Watford ensured they will enjoy a third consecutive season in the Premier League, but it was a difficult and often frustrating campaign that resulted in yet another head coach leaving Vicarage Road. Following Walter Mazzarri's dismissal, the Hornets are after their ninth manager in five years.
Rating out of 10: 6
A comprehensive and well-deserved home victory over Manchester United on Sept. 18 was a memorable moment for the Hornets' faithful. Mourinho's side featured Zlatan Ibrahimovic and world-record signing Paul Pogba, but they were no match for a determined and tenacious Watford, who triumphed against United for the first time in 30 years. A week earlier, Walter Mazzarri also guided his team to an away win at the Emirates and a fantastic win at the London Stadium, where they came behind from two goals to beat West Ham United 4-2.
Staying in the division was always the ultimate aim, so achieving safety with relative ease -- even if the weeks after hitting 40 points were tough to watch -- should be recognised as a huge plus and a major accomplishment.
Watford were dismantled by the likes of Tottenham and Liverpool, but it was the defeats against lesser lights that were more difficult to take. All too frequently the Hornets found themselves turning in an insipid display, seemingly incapable of stepping it up when faced with a deficit or challenging opposition tactics.
Watford's defeats were almost exclusively comprehensive. The home defeat to Stoke was a particular cause for concern, the one-goal difference belying the chasm between the two sides. This was a regular occurrence, with Watford looking completely nonplussed in a whole host of fixtures despite being only a goal away from parity. When Watford lost, they did so completely.
After reaching the semifinal last season, an early FA Cup exit at the hands of League One Millwall was one of the single most depressing moments of the campaign, the feeble showing providing a worrying precursor to the wretched form that became the hallmark of Watford's 2017.
It's perhaps an indication as to the inconsistency of the team throughout 2016-17 that there was no standout candidate for this accolade. Troy Deeney was wholehearted and committed throughout, and Heurelho Gomes delivered another solid season between the sticks, but neither had what could be described as a stellar season.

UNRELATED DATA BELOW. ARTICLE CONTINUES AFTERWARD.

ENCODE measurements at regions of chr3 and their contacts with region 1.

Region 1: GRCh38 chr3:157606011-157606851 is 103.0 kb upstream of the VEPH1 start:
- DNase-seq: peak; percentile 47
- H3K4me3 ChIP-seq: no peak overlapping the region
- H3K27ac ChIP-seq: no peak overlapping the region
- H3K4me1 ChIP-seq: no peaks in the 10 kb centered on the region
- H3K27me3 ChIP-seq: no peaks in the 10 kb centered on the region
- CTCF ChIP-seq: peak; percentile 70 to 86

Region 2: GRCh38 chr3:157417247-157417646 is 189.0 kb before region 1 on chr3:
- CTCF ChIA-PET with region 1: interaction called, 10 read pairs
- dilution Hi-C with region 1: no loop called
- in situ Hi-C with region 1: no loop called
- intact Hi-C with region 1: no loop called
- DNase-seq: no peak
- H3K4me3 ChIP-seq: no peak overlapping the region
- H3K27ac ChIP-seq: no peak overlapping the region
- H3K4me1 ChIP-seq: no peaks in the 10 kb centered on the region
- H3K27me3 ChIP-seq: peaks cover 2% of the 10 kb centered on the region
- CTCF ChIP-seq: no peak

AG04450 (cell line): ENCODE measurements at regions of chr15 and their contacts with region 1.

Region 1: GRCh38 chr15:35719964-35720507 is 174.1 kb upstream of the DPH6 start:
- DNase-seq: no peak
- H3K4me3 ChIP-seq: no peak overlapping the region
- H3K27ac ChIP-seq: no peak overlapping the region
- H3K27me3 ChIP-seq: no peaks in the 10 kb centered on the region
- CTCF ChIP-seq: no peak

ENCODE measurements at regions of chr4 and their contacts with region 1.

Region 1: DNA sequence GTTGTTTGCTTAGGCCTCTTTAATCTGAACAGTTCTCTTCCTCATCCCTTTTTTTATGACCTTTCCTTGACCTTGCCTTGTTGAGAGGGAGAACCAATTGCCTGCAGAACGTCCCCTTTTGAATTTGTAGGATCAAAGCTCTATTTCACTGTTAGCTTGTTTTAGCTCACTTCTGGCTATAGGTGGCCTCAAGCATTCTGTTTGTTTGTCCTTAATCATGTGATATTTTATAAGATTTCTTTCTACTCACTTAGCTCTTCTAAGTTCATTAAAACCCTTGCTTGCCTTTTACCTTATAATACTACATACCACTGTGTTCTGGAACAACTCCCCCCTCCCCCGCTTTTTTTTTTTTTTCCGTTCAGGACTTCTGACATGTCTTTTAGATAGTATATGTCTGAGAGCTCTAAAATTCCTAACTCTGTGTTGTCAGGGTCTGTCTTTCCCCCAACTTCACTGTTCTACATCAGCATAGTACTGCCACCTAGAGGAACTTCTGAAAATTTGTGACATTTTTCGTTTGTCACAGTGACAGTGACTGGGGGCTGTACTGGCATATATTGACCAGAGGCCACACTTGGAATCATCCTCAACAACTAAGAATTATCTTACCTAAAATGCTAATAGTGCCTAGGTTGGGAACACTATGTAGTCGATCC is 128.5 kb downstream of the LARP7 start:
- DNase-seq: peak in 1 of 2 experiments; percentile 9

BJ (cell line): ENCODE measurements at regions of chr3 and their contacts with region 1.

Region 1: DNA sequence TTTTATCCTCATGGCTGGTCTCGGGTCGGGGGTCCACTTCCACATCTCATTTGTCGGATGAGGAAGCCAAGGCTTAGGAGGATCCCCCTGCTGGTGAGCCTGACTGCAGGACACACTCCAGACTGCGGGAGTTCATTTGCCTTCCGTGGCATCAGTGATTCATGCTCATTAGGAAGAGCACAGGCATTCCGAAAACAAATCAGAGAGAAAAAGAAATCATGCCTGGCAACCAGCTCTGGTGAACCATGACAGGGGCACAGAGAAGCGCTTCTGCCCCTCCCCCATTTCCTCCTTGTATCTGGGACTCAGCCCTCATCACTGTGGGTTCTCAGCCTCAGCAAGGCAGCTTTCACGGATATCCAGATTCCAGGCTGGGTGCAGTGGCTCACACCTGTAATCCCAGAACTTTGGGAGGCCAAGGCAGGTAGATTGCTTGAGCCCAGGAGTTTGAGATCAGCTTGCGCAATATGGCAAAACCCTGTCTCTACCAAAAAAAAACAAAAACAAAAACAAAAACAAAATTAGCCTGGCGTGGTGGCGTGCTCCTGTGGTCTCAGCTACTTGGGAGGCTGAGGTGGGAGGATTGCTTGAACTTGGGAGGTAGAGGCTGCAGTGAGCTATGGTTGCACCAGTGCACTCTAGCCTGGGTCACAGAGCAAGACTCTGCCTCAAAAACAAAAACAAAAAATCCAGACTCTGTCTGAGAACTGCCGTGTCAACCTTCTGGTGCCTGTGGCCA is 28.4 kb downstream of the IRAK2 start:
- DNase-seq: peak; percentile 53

Etienne Capoue started in fantastic form, but after his best month or two in a Watford shirt, his performances tailed off. Isaac Success, a summer arrival from Granada, promised much in cameo substitute performances but was used infrequently by Mazzarri and was never able to establish himself in the team. Initially, a similar fate befell another summer signing -- Abdoulaye Doucoure -- who was minutes away from leaving the club on loan in the January transfer window. He broke into the side during the second half of the season, however, and was an absolute revelation.
The midfielder rapidly grew in confidence and was comfortably Watford's best performer for the latter part of the season. Skillful, strong, dominant and able to perform both defensive and attacking roles, there will be high hopes for Doucoure next season.
After an extraordinary first season in the Premier League, Odion Ighalo found the second season altogether tougher -- so much so, in fact, that he was sold to Chinese Super League side Changchun Yatai for £20 million. After forging such an impressive partnership with Deeney in the previous two seasons, the Nigerian's slump in form and dismal goal-scoring return was a big disappointment.
Isaac Success arrived to much excitement, but despite the buzz, he was never able to force his way into the team for anything other than a handful of substitute appearances. Considering the high hopes many supporters had for Success, his season has to go down as a disappointing one.
Along with a new head coach, Watford need at least three new signings. The Hornets have struggled defensively all season, and a centre-back partner for Sebastian Prodl must be high on the agenda. The Austrian was a top performer for the majority of the season, and a reliable teammate should help address one of Watford's biggest weaknesses.
While Doucoure and Tom Cleverley looked good in midfield, a consistent central midfielder is going to be vital if Watford are to carve more attacking opportunities. Questions must be asked over the future of Capoue after another season of largely unfulfilled promise, and if he were to leave, securing a solid replacement could be the key to the improvement owner Gino Pozzo desires
Finally -- and Watford can join a lengthy queue in this regard -- they need a Premier League standard striker. Both Deeney and Stefano Okaka have showed their value this year, but neither look likely to deliver 20 goals in a top-flight season. This is where the Pozzo's extensive scouting network will be relied upon; a successful transfer will necessitate finding a player who can deliver but isn't currently on the radar of richer or bigger clubs.